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Sphere Rolling Down Hill into Projectile Motion

  1. Dec 8, 2015 #1
    1. The problem statement, all variables and given/known data
    Mountaineers are simulating a massive avalanche snowball by using a big Styrofoam ball (m = 75 kg; r = 1.50 m).They give it an initial impulse of 1500 kg m/sto start it rolling down the hill without slipping (no snow sticks to the ball, and ignore air resistance). Near the bottom, the hill first levels off, and then rises at a 15 degree angle to the horizontal to then abruptly end at the edge of an absolutely vertical 100 m high cliff, which launches the ball into the air. The height between the top of the hill and where it is launched into the air is 500 m. At the cliff bottom:

    a) With what speed and at what angle, with respect to the horizontal, will the Styrofoam ball land?

    b) How far from the cliff will the Styrofoam ball land?

    c) How many revolutions will the Styrofoam ball make while in the air?

    2. Relevant equations
    Kinetic Energy of Snowball = 7/10 mv^2, Range = v_x *t, y-y_0 = v_y +1/2a*t^2
    w = v/r
    3. The attempt at a solution
    a) Applying Conservation of Energy to the motion down the hill, mgh = 7/10mv^2, so v^2 = 10/7 gh or v = 83.7 m/s. For the subsequent projectile motion v_x = 83.7 cos(15) = 80.8, t = 7.23 s so v_y = -49.2. Therefore v_f = 94.6 m/s at an angle of arctan(49.2/80.8) = 31.3 degrees below the horizontal.
    b) Since Range = v_x *t = 80.8*7.23 = 584.2 m.
    c) Angular velocity won't change once the snowball loses contact with the hill so w= v/r = 83.7/1.5 = 55.8 rad/s. The angular displacement during the fall is w*t = 403.4 rad or 64 revolutions.
     
  2. jcsd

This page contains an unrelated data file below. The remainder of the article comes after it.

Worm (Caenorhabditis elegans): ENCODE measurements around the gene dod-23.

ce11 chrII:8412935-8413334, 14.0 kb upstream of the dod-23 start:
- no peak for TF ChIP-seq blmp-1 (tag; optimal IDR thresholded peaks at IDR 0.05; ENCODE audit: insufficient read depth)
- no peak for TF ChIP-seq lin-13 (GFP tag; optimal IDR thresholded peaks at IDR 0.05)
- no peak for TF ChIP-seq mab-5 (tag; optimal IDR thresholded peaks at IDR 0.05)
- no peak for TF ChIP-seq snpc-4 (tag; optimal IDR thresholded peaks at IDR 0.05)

3. Dec 8, 2015 #2

    haruspex

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    What about the initial velocity?
    It will be much easier to follow your working, spot any errors in it, and tell you what and where those errors are if you work entirely symbolically, only plugging in numbers right at the end. This will involve inventing symbolic names for all the given data. It's an excellent habit to get into. (It also minimises rounding errors.)
     
  4. Dec 8, 2015 #3
    I forgot to include the initial velocity due to the impulse.
    a) Using the impulse-momentum theorem: I = Δp = mv ⇒v_0 = 20 m/s and ω_0 = 13.33 rad/s.
    For the motion down the hill to the cliff mechanical energy is conserved so 1/2 m*v_0^2 + 1/2 I*ω_0^2 + mg*h = 1/2m*v_1^2 + 1/2 I*ω_1^2.
    Since ω =v/r and I = 2/5m*r^2, the above energy conservation becomes 7/10m*v_0^2 + mgh = 7/10m*v_1^2. Therefore v_1^2 = v_0^2 + 10/7*gh = 7400. Therefore v_1 = 86 m/s and ω_1 = 57.35 rad/s.
    For the motion of falling off the cliff 1/2m*v_1^2 + mg(100) = 1/2m*v_f^2 ⇒v_f = √(v_1^2 + 2g(100)) = 96.72 m/s. v_x is a constant at 83 m/s so v_y = √(v_f^2 -v_x^2) = 49.65 m/s.
    The angle below the horizontal is arctan(v_y/v_x) = 30.9 °.
    b) v_y = 86*sin(15) - gt ⇒ -49.65 = 22.6 -9.8t ⇒ t = 7.4 s. Since the range is v_x*t the snowball lands 83*7.4 = 636.4 m from the cliff.
    c) Angular velocity doesn't change after the ball leaves the hill so Δθ =ωt = 57.35*7.4 = 424.39. Revolutions is Δθ/2π = 67.5 revolutions.
     
  5. Dec 9, 2015 #4

    haruspex

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    Haven't checked all the numbers in detail, but that all looks about right.
     
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